God of the Cracked Pots
This week’s eNewsletter feature story
is written by Rev. Raymond Hylton,
FPCE senior pastor.
During a recent devotional time, the following story by Nicky Gumbel, founder of Alpha , encouraged me, and I pray it does the same for you:
A water-bearer in India had two large pots; both hung on the ends of a pole, which he carried across his neck. One of the pots had a crack in it while the other pot was perfect and always delivered a full portion of water. At the end of the long walk from the stream to the house, the cracked pot always arrived half full.
The poor cracked pot was ashamed of its own imperfection and miserable that it was able to accomplish only half of what it had been made to do. After two years of what it perceived to be a bitter failure, it spoke to the water bearer one day by the stream:
“I am ashamed of myself, and I want to apologize to you. I have been able to deliver only half my load because this crack in my side causes water to leak out all the way back to your house. Because of my flaws, you have to do all of this work, and you don’t get full value from your efforts.”
The bearer said to the pot, “Did you notice that there were flowers only on your side of the path, but not on the other pot’s side? That’s because I have always known about your flaw, and I planted flower seeds on your side of the path, and every day while we walk back, you’ve watered them. For two years I have been able to pick these beautiful flowers to decorate the table. Without you being just the way you are, there would not be this beauty to grace the house.” (The Bible in One Year, 2019)
Thankfully, God uses cracked pots! (In Japanese culture, in most highly prized Kuntsugi pots, the cracks are mended and highlighted with veins of gold.) No, you do not need to be perfect for God to use and value you. If you want to be useful to God, here are two essential qualities to practice for spiritual strength:
Remember how, in Corinth, the people of the early church were divided along party lines? Some supported the Paul contingent, others, Cephas or Apollos, and some were of the party of Christ. Paul shattered their petty divisiveness with these words:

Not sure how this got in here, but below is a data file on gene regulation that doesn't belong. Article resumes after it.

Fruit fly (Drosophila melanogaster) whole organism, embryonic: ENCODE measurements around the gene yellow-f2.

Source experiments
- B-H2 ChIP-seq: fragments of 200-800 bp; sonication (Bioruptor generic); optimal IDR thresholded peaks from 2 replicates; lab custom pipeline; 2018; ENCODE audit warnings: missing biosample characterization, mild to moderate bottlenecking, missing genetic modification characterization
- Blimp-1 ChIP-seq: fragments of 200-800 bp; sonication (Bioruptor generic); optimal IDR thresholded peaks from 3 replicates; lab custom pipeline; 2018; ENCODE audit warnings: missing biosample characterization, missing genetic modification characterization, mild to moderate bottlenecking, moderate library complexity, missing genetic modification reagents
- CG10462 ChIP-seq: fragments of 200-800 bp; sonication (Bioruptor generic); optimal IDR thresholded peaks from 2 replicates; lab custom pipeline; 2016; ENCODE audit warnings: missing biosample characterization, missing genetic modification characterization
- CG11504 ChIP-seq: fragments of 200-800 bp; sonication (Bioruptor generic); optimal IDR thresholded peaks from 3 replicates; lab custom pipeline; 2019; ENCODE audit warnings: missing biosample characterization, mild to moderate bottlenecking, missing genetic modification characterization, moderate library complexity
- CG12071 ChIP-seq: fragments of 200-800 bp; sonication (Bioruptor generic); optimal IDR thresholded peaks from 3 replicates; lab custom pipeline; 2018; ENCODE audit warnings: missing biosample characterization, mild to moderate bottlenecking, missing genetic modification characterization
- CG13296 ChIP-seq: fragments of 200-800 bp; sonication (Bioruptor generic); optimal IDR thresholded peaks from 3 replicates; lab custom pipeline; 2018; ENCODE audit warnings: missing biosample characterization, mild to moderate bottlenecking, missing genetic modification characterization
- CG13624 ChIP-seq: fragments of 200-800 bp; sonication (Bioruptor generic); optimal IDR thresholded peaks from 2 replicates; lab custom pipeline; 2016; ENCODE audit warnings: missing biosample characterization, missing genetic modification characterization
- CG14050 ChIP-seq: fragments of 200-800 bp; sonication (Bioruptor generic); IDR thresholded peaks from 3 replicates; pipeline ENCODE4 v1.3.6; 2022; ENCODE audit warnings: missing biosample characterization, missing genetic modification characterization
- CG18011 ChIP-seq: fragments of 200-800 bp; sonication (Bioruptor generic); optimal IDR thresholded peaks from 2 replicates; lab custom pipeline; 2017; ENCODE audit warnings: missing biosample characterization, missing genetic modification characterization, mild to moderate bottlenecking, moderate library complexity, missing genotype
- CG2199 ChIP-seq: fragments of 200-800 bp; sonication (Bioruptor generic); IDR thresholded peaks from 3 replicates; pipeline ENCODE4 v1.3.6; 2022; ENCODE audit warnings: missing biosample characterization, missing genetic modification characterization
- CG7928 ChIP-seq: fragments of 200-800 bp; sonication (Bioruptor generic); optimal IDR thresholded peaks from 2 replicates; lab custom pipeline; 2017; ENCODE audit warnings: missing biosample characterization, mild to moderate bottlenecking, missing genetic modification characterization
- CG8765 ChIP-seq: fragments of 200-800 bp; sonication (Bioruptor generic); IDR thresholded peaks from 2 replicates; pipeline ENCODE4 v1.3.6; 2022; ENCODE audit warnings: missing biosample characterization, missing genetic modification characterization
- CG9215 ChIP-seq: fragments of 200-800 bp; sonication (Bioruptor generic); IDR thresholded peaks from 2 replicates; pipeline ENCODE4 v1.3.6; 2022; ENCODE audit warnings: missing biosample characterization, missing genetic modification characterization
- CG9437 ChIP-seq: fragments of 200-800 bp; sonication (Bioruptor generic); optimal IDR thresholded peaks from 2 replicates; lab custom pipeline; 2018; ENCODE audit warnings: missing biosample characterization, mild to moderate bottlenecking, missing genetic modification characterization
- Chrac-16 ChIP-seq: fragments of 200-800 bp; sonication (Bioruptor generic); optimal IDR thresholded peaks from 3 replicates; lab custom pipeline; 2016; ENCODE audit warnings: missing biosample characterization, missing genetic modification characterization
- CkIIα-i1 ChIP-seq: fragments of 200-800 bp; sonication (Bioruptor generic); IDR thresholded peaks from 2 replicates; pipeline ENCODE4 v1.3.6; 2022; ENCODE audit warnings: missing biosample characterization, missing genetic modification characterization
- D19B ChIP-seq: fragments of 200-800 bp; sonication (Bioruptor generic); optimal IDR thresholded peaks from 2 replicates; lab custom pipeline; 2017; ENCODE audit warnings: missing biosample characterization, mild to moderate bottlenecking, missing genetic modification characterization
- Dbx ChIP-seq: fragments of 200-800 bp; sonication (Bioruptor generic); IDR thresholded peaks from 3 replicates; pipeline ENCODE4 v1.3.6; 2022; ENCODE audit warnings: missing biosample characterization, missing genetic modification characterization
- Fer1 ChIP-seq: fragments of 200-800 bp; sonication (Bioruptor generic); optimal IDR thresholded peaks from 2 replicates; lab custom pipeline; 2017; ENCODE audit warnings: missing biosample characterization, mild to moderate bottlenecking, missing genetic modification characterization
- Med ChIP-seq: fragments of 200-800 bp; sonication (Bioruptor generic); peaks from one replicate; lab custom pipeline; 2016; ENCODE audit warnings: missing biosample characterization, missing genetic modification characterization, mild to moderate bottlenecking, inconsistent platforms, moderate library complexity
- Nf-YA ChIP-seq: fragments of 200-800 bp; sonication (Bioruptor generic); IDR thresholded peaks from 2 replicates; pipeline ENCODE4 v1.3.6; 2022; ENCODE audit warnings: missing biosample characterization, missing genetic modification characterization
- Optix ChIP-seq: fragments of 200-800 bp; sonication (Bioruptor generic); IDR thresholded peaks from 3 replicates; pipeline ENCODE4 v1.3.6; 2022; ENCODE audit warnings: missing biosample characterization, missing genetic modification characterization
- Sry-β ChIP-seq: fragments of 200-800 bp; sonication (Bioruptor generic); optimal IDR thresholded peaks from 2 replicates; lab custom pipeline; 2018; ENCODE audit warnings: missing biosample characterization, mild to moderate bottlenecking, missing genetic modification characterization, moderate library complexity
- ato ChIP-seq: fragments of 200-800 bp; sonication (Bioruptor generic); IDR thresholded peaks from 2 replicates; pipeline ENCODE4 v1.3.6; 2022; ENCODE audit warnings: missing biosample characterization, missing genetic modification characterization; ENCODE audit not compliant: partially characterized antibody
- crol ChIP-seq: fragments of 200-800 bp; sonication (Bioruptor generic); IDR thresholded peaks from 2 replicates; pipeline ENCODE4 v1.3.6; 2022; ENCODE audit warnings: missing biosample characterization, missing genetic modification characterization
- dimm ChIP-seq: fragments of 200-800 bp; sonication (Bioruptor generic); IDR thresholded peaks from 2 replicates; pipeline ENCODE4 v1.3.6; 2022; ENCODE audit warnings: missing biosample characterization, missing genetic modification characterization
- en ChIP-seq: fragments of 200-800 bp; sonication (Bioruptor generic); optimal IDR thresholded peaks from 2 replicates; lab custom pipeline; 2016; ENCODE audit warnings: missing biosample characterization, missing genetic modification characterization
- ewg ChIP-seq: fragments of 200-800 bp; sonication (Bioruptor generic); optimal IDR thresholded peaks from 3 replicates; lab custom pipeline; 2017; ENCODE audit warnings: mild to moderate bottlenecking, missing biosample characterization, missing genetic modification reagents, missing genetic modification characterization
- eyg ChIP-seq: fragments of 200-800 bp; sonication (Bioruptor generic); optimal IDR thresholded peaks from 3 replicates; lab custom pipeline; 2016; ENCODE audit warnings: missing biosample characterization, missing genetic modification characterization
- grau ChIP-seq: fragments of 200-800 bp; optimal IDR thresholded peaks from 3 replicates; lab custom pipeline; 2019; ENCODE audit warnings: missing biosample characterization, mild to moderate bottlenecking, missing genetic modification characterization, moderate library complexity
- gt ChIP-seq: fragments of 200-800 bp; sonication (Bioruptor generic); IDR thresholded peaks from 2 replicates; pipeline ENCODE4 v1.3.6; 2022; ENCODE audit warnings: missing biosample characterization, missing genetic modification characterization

not many of you were wise by human standards, not many were powerful, not many were of noble birth. But God chose what is foolish in the world to shame the wise; God chose what is weak in the world to shame the strong; God chose what is low and despised in the world, things that are not, to reduce to nothing things that are, so that no one might boast in the presence of God. He is the source of your life in Christ Jesus, who became for us wisdom from God, and righteousness and sanctification and redemption, in order that, as it is written, “Let the one who boasts, boast in the Lord (I Corinthians 1:27).
God will do so much more with your willingness than we could ever do with our talent. Case in point, St. Paul himself. He had a history of killing Christians, sanctioning the arrest and displacement and execution of Christians. He once said:
since it is by God’s mercy that we are engaged in this ministry, we do not lose heart. We have renounced the shameful things that one hides; we refuse to practice cunning or to falsify God’s word, but by the open statement of the truth we commend ourselves to the conscience of everyone in the sight of God. But we have this treasure in clay jars, so that it may be made clear that this extraordinary power belongs to God and does not come from us (2 Corinthians 4:1-7).
Aren’t you glad that God doesn’t call the perfect? — that God calls and uses those who are willing?
Your very imperfect pastor,
Pastor Ray Hylton